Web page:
In a provocative move, the Kuwaiti government has recently announced that it will soon commence the construction operation of a large oil terminal in the Bubiyan Island.
Iraq has claimed that the construction of this oil terminal is tantamount to the violation of Baghdad’s maritime rights and has called on the Kuwaiti government to halt the operation.
Kuwait’s Bubiyan Island is located at the northernmost spot of the Persian Gulf and is situated at the junction of the Iraqi al-Faw Island and the Persian Gulf.
Considering that al-Faw is Iraq’s only access point to the Persian Gulf, the construction of this oil terminal by Kuwait would complicate Iraq’s access to the coast of the Persian Gulf.
Kuwait intends to expand its sea coast to a radius of 500 kilometers, whereas Iraq’s coastal borders would be reduced to 50 kilometers after the construction of the terminal.
The oil from Iraq’s southern region is usually exported in tankers through the al-Faw port in the northwest coast of the Persian Gulf.
Iraq has promptly reacted to the Kuwaiti move and the two countries have gone so far as to level accusations at and threaten each other.
The construction expenditure of the terminal has been estimated at more than USD 6 billion; and through constructing it, Kuwait intends to levy a tax on Iraqi ships arriving at the shores of al-Faw through the Khor Abdullah estuary.
During Saddam Hussein’s dictatorship, Iraq planned to build a large oil terminal called the Al-Faw Grand Port in the al-Faw destrict to the south of Basra and on the shores of the Persian Gulf.
At the time, the Kuwaiti regime considered the move a violation of its sea space, and the rift between the two countries began.
The longstanding historical and geographical disputes between the two countries during the last 50 years have always cast a blurry and gloomy cloud over the relations of the two neighboring Arab countries.
Differences in religious beliefs and a vast discrepancy in income levels have led to a marked divergence between the citizens of Basra and the Kuwaiti people. The people of Basra and Kuwait, who used to live side by side prior to 1961, have today morphed into two antagonistic neighbors.
Kuwait, that was considered part of the Iraqi territory and a section of the Shia-populated province of Basra prior to 1961, was separated from Iraq by Britain.
Kuwait unilaterally declared its independence from Iraq in July 19, 1961, a move opposed by Abd al-Karim Qasim, the then Iraqi prime minister.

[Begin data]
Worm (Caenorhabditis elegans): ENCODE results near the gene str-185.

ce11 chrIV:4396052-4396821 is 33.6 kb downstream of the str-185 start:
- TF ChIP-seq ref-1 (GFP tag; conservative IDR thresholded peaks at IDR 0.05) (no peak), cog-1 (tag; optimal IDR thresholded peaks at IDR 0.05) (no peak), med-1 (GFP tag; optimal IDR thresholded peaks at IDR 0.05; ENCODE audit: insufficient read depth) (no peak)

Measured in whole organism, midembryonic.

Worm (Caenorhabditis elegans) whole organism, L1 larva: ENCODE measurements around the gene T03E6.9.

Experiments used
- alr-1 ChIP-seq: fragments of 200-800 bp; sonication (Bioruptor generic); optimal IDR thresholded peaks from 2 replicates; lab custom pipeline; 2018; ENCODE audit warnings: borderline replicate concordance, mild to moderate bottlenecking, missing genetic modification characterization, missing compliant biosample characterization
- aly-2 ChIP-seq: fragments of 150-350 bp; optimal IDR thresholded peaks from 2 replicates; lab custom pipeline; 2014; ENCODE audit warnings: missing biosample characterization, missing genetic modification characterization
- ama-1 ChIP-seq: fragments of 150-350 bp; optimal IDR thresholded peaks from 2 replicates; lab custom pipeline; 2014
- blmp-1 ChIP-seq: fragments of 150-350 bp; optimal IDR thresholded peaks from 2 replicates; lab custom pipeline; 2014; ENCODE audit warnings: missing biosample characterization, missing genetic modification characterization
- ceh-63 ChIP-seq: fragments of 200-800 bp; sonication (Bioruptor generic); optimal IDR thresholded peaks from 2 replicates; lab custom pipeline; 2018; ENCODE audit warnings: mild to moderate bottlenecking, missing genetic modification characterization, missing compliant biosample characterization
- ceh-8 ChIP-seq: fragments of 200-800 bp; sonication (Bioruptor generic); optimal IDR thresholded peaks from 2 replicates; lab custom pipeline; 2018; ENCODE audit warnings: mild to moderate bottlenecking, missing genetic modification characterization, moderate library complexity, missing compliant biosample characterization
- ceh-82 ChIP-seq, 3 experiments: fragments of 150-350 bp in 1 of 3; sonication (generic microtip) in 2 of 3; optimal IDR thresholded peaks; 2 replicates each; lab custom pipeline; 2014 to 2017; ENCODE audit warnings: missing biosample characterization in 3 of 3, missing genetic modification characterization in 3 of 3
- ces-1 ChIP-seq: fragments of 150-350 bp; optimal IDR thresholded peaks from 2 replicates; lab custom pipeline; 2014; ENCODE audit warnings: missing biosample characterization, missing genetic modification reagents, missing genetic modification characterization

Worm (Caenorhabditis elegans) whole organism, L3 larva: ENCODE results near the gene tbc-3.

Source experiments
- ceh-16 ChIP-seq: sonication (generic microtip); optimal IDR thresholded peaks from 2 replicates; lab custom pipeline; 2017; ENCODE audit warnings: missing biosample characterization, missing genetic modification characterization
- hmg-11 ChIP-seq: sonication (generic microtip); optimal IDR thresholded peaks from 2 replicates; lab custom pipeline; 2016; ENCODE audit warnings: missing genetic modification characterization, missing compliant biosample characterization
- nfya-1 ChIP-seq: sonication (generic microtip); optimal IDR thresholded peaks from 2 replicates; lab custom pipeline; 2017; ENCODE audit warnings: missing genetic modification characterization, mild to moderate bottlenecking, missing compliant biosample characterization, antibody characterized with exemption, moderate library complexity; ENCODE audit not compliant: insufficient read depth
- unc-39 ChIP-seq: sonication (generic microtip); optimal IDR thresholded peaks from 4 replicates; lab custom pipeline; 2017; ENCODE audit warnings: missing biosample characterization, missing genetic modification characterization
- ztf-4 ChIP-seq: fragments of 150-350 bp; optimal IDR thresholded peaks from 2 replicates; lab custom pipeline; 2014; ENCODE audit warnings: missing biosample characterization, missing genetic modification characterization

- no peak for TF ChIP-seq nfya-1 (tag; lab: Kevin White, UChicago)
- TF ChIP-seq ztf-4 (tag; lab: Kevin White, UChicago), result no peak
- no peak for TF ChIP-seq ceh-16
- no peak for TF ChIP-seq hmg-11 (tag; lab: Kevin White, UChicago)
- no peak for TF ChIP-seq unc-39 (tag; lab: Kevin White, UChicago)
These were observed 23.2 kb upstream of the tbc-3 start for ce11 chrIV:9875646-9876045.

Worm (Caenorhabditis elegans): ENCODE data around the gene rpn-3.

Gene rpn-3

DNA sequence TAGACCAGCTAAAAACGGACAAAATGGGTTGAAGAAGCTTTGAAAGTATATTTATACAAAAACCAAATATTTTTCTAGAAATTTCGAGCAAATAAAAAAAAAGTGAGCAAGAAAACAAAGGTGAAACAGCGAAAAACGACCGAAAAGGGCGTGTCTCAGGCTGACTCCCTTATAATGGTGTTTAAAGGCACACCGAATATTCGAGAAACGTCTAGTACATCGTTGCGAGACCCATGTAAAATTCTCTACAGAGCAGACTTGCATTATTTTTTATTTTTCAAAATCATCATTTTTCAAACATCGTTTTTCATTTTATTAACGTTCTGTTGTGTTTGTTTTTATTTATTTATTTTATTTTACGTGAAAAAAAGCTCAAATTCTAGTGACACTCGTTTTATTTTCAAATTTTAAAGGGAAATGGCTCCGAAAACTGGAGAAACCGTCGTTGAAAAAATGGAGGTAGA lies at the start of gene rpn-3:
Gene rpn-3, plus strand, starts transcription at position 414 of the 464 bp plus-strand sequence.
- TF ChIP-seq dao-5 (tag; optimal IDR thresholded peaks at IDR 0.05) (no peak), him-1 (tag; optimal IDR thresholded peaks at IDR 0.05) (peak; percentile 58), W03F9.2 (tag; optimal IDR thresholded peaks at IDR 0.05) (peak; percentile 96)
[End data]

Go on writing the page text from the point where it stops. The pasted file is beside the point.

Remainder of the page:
With the aid of the regime of Saudi Arabia and Gamal Abdel Nasser, the pan-Arab president of Egypt, Kuwait immediately became a member of the United Nations and the Arab League.
The reason behind the separation of Kuwait from Iraq was the ideological gap between the northern and southern inhabitants of the province of Basra and the discovery of vast oil and gas fields in Kuwait.
The northern residents of Basra were Shias, whereas the dwellers of Basra’s southernmost region, today’s Kuwait, were Wahhabis.
The existence of vast oil fields in Kuwait caused the British government to set the stage for the separation of Kuwait from Iraq.
After the disintegration of Kuwait, the historical differences between Kuwait and Iraq that had been rooted in the Shia-Wahhabi dichotomy, turned into geographical difference.
A week after the independence of Kuwait from Iraq, Abd al-Karim Qasim threatened to retake Kuwait by using military force.
Abd al-Karim Qasim’s threat met with the violent reaction of Gamal Abdel Nasser since Abdel Nasser opposed Ghasem on the grounds that Ghasem was a Shia.
Since then, Iraq and Kuwait have never succeeded in reaching a consensus on marking their common land and sea borders.
The political and geographical conflicts between Iraq and Kuwait reached a peak in 1990 and Saddam Hussein entirely occupied Kuwait in less than 48 hours after launching an offensive on the country.
After 8 months, international forces led by the United States liberated Kuwait from Iraqi occupation in a full-scale offensive on Saddam’s forces.
After the fall of Saddam’s regime in March 2003 and the formation of the new Iraqi government, Kuwait’s relations with Iraq’s new government started to improve.
Nonetheless, hidden disputes between the two the countries continued, especially since Kuwait always sought to exact revenge on the Iraqi nation.
Kuwait’s recent plan for the expansion of its oil terminals in the northwest of the Persian Gulf and within the sea boundaries of Iraq once again brought to light the secret disputes between the two countries.
Kuwait is using Iraq’s unstable conditions and insecurity to take revenge and achieve its own expansionist objectives.
The construction of the terminal has incited a wave of resentment and anger between the Shia-populated province of Basra and the Sunni people of Kuwait, and set the stage for a conflict between the two countries.
Kuwait, which has a humiliating outlook of the new Iraqi government and the Iraqi nation, is backed by the United States to take advantage of the instability in Iraq to deprive the country of its access to the Persian Gulf.
Kuwait’s membership in the Persian Gulf Cooperation Council (PGCC) and the presence of numerous U.S. bases in this country has given the Kuwaiti government the confidence to think that they can win concessions from Iraq.
On the other hand, the government of Iraq’s Prime Minister Nuri Almaleki, under pressure from the people of the Basra Province, cannot remain indifferent to the provocative moves of the Kuwaiti government.
Thus, should the Kuwaiti government decide to implement the Mubarak Terminal Project in the Bubiyan Island, a conflict between the two countries seems inevitable in the future.
Even though the Iraqi army will not be able to once again occupy Kuwait in 48 hours under the current circumstances, the heightening tension between the two countries will lead to long-term border disputes between the border guards of the two countries.